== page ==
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Constipation in Children: Care Instructions


Constipation is difficulty passing hard stools and passing fewer stools. How often your child has a bowel movement is not as important as whether the child can pass stools easily. Constipation has many causes in children. These include medicines, changes in diet, not drinking enough fluids, and changes in routine.

You can prevent constipation—or treat it when it happens—with home care. But some children may have ongoing constipation. It can occur when a child does not eat enough fibre. Or toilet training may make a child want to hold in stools. Children at play may not want to take time to go to the toilet.

Follow-up care is a key part of your child's treatment and safety. Be sure to make and go to all appointments, and call your doctor or nurse advice line (811 in most provinces and territories) if your child is having problems. It's also a good idea to know your child's test results and keep a list of the medicines your child takes.

How can you care for your child at home?

For babies younger than 12 months

  • Breastfeed your baby if you can. Hard stools are rare in breastfed babies.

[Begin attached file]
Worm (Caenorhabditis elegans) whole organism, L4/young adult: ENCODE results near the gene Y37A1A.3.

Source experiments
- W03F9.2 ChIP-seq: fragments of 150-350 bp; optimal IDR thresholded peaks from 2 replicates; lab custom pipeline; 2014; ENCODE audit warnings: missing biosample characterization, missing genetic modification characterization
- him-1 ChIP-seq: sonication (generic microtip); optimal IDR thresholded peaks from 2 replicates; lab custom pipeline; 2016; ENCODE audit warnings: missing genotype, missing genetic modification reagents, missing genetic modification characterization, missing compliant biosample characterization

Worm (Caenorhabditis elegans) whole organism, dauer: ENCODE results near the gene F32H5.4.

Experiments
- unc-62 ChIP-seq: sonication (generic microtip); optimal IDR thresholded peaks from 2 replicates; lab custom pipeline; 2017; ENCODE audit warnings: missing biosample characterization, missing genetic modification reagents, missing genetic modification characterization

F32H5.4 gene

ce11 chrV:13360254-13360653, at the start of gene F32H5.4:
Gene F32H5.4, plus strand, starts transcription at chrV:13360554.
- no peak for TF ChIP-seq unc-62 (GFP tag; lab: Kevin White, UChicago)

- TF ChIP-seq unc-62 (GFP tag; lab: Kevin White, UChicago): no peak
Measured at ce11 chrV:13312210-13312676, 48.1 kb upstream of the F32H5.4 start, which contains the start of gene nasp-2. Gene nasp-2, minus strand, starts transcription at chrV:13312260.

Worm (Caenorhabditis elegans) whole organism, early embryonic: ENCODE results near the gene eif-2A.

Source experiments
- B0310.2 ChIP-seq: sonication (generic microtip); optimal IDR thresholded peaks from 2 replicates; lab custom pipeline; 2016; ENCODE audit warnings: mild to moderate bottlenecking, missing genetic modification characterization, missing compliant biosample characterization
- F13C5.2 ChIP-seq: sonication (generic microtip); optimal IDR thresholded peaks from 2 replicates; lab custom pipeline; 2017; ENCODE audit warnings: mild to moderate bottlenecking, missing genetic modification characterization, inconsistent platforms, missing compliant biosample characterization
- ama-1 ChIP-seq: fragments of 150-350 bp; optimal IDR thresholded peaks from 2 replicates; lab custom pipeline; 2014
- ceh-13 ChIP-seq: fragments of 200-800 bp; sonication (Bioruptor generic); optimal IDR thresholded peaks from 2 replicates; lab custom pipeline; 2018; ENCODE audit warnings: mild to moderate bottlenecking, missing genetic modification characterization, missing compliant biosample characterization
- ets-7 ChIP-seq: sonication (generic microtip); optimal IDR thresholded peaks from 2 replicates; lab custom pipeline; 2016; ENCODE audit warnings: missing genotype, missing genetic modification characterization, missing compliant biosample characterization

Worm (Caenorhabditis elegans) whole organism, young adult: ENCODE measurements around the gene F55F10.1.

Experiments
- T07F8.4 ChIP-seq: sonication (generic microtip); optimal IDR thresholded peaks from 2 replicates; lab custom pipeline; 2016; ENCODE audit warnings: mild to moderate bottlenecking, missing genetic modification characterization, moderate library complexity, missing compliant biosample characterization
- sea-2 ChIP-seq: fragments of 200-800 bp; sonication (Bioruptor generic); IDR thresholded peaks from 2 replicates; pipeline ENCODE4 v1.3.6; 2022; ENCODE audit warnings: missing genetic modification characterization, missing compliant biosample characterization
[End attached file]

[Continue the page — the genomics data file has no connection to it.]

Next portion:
• If your baby is only on formula and is older than 6 months, try giving your baby a little apple or pear juice. Babies can't digest the sugar in these fruit juices very well, so more fluid will be in the intestines to help loosen stool. Don't give extra water. You can give 30 mL (1 oz) of these fruit juices a day, up to 120 mL (4 oz) a day.
  • When your baby can eat solid food, serve cereals, fruits, and vegetables.

For children 1 year or older

  • Give your child plenty of water and other fluids.
  • Include high-fibre foods like fruits, vegetables, beans, or whole grains in your child's diet each day.
  • Have your child take medicines exactly as prescribed. Call your doctor or nurse advice line if you think your child is having a problem with a medicine.
  • Make sure your child gets daily exercise. It helps the body have regular bowel movements.
  • Tell your child to go to the toilet when they have the urge.
  • Do not give laxatives or enemas to your child unless your child's doctor recommends it.
  • Make a routine of putting your child on the toilet or potty chair after the same meal each day.

When should you call for help?

Call your doctor or nurse advice line now or seek immediate medical care if:

  • There is blood in your child's stool.
  • Your child has severe belly pain.
  • Your child is vomiting.

Watch closely for changes in your child's health, and be sure to contact your doctor or nurse advice line if:

  • Your child's constipation gets worse.
  • Your child has mild to moderate belly pain.
  • Your baby younger than 3 months has constipation that lasts more than 1 day after you start home care.
  • Your child age 3 months to 11 years has constipation that goes on for a week after home care.
  • Your child has a fever.

Where can you learn more?

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